DSC_0214DSC_0215DSC_0217By 5:30pm I was starting to get worried because I hadn’t heard anything. I started to ask around to find out when they were going to let me see my friend. I was told that I wouldn’t be able to and that in the capital they don’t let people stay the night to look after patients. (Maria had invited me to the capital because she thought she needed someone to stay the night in the hospital like they do in La Vega). That’s when a nurses aids did me a favor and went and found out that Maria had gotten her C-section. Then he took me back to see her even though visiting hours were over. (He later asked for a small amount of money because of the favor he’d done for me).
It was good to see her but I was only allowed to visit for 30 minutes before I got kicked out. Not exactly how I pictured the night going.

The next morning I hung out with Maria’s mom, kids, and husband. Visiting hours are only from 1 to 3 so we got there right at 1pm. Unfortunately they don’t let kids under 13 into the hospital to visit, so I spent most of the visiting hours outside with Maria’s son. Again, not really what I’d expected but it was fine because Jesus Adrian and I played lot of games and met a lot of people. Then finally I got to hang out with Maria and her new baby Greisy Angelina!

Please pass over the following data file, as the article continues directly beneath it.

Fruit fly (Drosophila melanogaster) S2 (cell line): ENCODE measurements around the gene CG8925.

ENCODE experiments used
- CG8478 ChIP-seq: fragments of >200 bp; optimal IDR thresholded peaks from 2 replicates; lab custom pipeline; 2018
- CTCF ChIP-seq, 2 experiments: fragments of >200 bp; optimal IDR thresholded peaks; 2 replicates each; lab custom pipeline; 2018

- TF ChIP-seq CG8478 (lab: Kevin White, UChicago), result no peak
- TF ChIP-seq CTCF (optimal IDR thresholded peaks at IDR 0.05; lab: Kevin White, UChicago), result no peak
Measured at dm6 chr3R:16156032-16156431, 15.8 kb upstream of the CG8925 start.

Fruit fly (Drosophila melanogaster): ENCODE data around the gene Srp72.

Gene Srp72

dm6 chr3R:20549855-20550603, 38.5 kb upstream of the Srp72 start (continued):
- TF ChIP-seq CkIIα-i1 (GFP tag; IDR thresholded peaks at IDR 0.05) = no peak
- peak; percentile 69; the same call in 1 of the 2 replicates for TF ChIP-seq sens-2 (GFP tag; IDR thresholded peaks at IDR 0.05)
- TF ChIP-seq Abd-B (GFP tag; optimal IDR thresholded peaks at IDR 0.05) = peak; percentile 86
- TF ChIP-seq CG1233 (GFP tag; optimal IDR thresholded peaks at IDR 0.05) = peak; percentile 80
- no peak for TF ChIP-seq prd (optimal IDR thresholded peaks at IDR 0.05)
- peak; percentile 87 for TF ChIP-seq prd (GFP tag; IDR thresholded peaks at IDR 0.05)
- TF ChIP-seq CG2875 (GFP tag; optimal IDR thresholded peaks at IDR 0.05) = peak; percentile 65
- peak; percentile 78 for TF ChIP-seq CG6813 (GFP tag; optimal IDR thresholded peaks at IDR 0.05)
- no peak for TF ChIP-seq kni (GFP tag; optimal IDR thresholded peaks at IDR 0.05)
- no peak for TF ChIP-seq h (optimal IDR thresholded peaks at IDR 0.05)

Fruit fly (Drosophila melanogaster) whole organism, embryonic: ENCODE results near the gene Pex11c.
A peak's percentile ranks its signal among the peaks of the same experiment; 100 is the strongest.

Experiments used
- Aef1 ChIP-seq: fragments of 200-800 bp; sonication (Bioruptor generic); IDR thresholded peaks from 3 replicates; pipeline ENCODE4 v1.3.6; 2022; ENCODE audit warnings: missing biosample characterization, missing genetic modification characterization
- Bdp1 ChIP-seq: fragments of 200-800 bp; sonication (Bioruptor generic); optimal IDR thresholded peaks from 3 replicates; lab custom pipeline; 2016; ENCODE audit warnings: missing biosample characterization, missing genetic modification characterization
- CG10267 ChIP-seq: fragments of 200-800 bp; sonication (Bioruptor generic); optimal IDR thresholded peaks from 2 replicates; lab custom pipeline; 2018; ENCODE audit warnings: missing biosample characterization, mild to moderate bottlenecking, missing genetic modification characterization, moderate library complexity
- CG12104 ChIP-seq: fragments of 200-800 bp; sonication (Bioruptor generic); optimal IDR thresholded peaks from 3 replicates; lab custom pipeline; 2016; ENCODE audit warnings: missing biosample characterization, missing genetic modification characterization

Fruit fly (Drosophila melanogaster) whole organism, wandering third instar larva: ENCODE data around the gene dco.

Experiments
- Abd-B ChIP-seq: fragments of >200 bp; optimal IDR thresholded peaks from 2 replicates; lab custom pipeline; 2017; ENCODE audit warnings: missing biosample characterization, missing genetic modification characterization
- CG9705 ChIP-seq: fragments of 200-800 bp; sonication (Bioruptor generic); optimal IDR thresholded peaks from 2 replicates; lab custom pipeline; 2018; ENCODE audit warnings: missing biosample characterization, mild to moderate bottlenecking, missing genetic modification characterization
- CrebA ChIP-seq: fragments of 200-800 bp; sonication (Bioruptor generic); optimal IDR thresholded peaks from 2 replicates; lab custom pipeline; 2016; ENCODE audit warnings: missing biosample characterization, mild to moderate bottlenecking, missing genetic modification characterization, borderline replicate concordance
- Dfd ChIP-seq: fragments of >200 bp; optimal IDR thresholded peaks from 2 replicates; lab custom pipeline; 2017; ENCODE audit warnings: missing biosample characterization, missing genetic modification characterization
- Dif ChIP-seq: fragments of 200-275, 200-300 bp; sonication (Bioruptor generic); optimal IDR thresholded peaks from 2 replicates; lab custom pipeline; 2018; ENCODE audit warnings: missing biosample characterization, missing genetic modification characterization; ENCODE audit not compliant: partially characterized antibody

A Birthday Party

My buddy Ydekel turned 18 this month so we decided to celebrate by going to a movie in Santiago. We started the party by covering the birthday boy with silly string. DSC_0019DSC_0022

Then we went and got Papa Murphy’s Pizza. (Santiago is getting more and more American restaurants…. Including Tony Roma’s, Friday’s, and now Papa Murphy’s). DSC_0025DSC_0026

We watched a 3D movie about space travel and aliens. It was Ydekel’s first time ever watching something in 3D. He loved it!!!

After the movie we tried on some mustaches and went home the long way.

It was a fun night with lots of laughs. I still can’t believe my little buddy is 18, and is about to go to college!!! It’s been fun watching him grow-up.


The Hill

I’ve walked up “The Hill” many times. Last year a group of friends and I would get up early in the morning to make the 90 minute trek there and back about three times a week. Yet it never crossed my mind to bike up it until now.